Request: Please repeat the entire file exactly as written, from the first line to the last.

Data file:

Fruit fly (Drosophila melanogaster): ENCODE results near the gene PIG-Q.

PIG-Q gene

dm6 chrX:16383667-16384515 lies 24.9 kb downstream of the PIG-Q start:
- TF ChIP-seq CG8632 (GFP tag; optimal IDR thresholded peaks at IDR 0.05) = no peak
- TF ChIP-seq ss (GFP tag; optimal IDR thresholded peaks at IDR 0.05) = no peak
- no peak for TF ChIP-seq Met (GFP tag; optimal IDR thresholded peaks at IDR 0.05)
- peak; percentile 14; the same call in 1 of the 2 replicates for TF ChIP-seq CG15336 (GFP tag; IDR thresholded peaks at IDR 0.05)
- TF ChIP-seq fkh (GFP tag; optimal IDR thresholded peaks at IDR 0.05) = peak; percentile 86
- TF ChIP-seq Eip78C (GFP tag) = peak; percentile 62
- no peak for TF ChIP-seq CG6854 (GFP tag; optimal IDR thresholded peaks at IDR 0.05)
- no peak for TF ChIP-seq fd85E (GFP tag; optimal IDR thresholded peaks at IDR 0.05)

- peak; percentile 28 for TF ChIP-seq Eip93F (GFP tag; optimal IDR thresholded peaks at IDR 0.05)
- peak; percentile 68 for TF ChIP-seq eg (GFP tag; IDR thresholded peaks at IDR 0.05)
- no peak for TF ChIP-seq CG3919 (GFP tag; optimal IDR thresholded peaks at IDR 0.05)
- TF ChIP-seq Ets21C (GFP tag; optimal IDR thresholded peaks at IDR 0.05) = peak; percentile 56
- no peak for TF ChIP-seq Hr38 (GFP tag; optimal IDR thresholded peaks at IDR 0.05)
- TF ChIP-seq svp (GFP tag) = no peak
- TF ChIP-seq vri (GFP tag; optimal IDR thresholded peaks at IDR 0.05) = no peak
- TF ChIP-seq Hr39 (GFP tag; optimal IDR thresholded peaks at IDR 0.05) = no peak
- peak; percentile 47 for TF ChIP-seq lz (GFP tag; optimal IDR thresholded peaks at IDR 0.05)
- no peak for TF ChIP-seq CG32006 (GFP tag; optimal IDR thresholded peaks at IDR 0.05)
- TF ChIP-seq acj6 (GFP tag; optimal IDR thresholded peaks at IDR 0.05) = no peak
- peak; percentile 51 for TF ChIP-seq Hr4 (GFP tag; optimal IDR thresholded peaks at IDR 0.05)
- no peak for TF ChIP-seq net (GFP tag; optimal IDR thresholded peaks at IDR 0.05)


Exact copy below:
Fruit fly (Drosophila melanogaster): ENCODE results near the gene PIG-Q.

PIG-Q gene

dm6 chrX:16383667-16384515 lies 24.9 kb downstream of the PIG-Q start:
- TF ChIP-seq CG8632 (GFP tag; optimal IDR thresholded peaks at IDR 0.05) = no peak
- TF ChIP-seq ss (GFP tag; optimal IDR thresholded peaks at IDR 0.05) = no peak
- no peak for TF ChIP-seq Met (GFP tag; optimal IDR thresholded peaks at IDR 0.05)
- peak; percentile 14; the same call in 1 of the 2 replicates for TF ChIP-seq CG15336 (GFP tag; IDR thresholded peaks at IDR 0.05)
- TF ChIP-seq fkh (GFP tag; optimal IDR thresholded peaks at IDR 0.05) = peak; percentile 86
- TF ChIP-seq Eip78C (GFP tag) = peak; percentile 62
- no peak for TF ChIP-seq CG6854 (GFP tag; optimal IDR thresholded peaks at IDR 0.05)
- no peak for TF ChIP-seq fd85E (GFP tag; optimal IDR thresholded peaks at IDR 0.05)

- peak; percentile 28 for TF ChIP-seq Eip93F (GFP tag; optimal IDR thresholded peaks at IDR 0.05)
- peak; percentile 68 for TF ChIP-seq eg (GFP tag; IDR thresholded peaks at IDR 0.05)
- no peak for TF ChIP-seq CG3919 (GFP tag; optimal IDR thresholded peaks at IDR 0.05)
- TF ChIP-seq Ets21C (GFP tag; optimal IDR thresholded peaks at IDR 0.05) = peak; percentile 56
- no peak for TF ChIP-seq Hr38 (GFP tag; optimal IDR thresholded peaks at IDR 0.05)
- TF ChIP-seq svp (GFP tag) = no peak
- TF ChIP-seq vri (GFP tag; optimal IDR thresholded peaks at IDR 0.05) = no peak
- TF ChIP-seq Hr39 (GFP tag; optimal IDR thresholded peaks at IDR 0.05) = no peak
- peak; percentile 47 for TF ChIP-seq lz (GFP tag; optimal IDR thresholded peaks at IDR 0.05)
- no peak for TF ChIP-seq CG32006 (GFP tag; optimal IDR thresholded peaks at IDR 0.05)
- TF ChIP-seq acj6 (GFP tag; optimal IDR thresholded peaks at IDR 0.05) = no peak
- peak; percentile 51 for TF ChIP-seq Hr4 (GFP tag; optimal IDR thresholded peaks at IDR 0.05)
- no peak for TF ChIP-seq net (GFP tag; optimal IDR thresholded peaks at IDR 0.05)